Does social shopping make sense for your winery?
Considering the social nature of drinking and purchasing wine, it makes sense to explore expanding your winery's ecommerce presence to span more digital channels. One area of digital commerce you may want to consider is social shopping. In fact, Business Insider found social media increased its share of e-commerce referrals nearly 200 percent between the first quarters of 2014 and 2015. As you look for ways to grow your online wine store, social shopping may be an effective strategy.
Social media and wine
Wine drinkers are active on social media, so it makes sense to expand your online wine store to these channels. According to the 2015 Survey of American Wine Consumer Preferences conducted by Sonoma State University and the Wine Business Institute, 44 percent of respondents who regularly use social media leverage the platforms to discuss wine, 47 percent looked up wine prices, 51 percent asked friends for wine recommendations and 54 percent tried to get more information about a particular brand or varietal. With this research in mind, it only makes sense to market and sell your products where active discussion is already taking place.
Choosing the right platform
There are a number of channels to choose from to expand your online wine store. Depending on your customer base and brand, different platforms will make sense for different purposes:
- Pinterest: In 2015, Pinterest introduced its buyable pins feature, which display a blue "buy it" button that enables users to purchase a product directly from the platform. According to Slant Marketing, 93 percent of Pinterest users use the site to research purchases, and 87 percent have bought an item because of the social media platform.
- Instagram: This platform for photo and video sharing has functionalities that prompt users to fulfill certain calls to action from paid posts, including options to shop from a company's website. Slant Marketing cited data from a Forrester study that found fan engagement rates on Instagram were 58 and 120 times higher than on Facebook and Twitter, respectively.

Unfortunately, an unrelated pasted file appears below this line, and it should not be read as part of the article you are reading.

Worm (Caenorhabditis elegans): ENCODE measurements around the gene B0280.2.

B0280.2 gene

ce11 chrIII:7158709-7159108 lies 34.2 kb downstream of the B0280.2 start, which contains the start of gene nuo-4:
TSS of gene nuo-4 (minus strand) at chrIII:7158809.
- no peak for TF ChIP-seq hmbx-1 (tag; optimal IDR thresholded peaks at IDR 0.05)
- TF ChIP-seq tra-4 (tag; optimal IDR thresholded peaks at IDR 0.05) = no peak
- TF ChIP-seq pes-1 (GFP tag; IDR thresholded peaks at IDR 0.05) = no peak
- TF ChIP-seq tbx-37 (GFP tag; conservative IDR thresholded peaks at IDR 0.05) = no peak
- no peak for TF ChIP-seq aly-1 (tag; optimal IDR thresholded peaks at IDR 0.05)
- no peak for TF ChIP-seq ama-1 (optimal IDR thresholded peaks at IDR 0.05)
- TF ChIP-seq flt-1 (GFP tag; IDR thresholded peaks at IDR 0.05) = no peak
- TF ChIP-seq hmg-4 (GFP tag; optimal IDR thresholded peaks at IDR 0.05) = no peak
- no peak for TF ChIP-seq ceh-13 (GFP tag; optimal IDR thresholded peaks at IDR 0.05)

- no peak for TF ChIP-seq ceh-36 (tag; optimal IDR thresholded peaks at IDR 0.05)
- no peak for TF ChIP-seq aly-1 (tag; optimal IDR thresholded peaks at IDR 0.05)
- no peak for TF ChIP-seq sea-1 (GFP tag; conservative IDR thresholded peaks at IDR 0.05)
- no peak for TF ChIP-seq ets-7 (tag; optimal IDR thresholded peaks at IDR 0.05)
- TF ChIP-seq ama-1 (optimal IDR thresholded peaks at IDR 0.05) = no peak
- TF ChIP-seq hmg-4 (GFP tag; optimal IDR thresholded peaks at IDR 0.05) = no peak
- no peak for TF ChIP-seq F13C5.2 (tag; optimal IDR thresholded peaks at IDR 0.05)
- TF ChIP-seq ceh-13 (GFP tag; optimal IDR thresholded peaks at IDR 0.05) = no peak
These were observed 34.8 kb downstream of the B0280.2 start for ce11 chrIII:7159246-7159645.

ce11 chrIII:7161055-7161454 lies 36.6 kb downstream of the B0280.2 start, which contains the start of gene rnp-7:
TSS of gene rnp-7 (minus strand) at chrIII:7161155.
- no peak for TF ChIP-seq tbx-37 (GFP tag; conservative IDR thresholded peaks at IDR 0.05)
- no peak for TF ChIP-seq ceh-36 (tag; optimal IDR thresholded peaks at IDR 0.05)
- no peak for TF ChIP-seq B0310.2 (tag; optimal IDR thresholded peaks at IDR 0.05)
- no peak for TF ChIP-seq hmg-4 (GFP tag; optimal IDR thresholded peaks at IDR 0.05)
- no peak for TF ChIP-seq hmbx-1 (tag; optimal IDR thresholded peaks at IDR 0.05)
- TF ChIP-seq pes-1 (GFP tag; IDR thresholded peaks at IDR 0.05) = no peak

- YouTube: This platform's ecommerce features include dynamic ads that display products related to the content of the videos users view. As Slant Marketing noted, Google reported in 2015 that product review videos increased 50 percent compared to 2014. You may want to consider targeting your winery's products to wine tasting videos on the channel.
- Twitter: Twitter added a buy button to its platform in 2014 and a product collections feature in 2015. While the platform has had limited success breaking into social shopping, 30 percent of its users have a household income of $100,000 or more. With effective strategies and targeting, Twitter may be a good choice for some wineries.
- Facebook: Facebook is largely considered the leading social commerce platform. As Business Insider pointed out, the site accounts for 50 percent of total social referrals and 64 percent of total social revenue. According to Slant Marketing, Facebook's latest social commerce offerings include a dedicated shopping feed and immersive ads.
The shipping challenge
Shipping wine can be a challenge in the first place, but this process is made more complex when social shopping is thrown into the mix. As more people shop online and come to expect order fulfillment to be fast, inexpensive and seamless, you must ensure your winery is prepared to deliver quality throughout the entire shopping process. To a large degree, consumers turn to social channels to make purchases for convenience, so order fulfillment should be just as easy as the experience. Before bringing your online wine store into the social sphere, make sure you have a strong fulfillment strategy in place.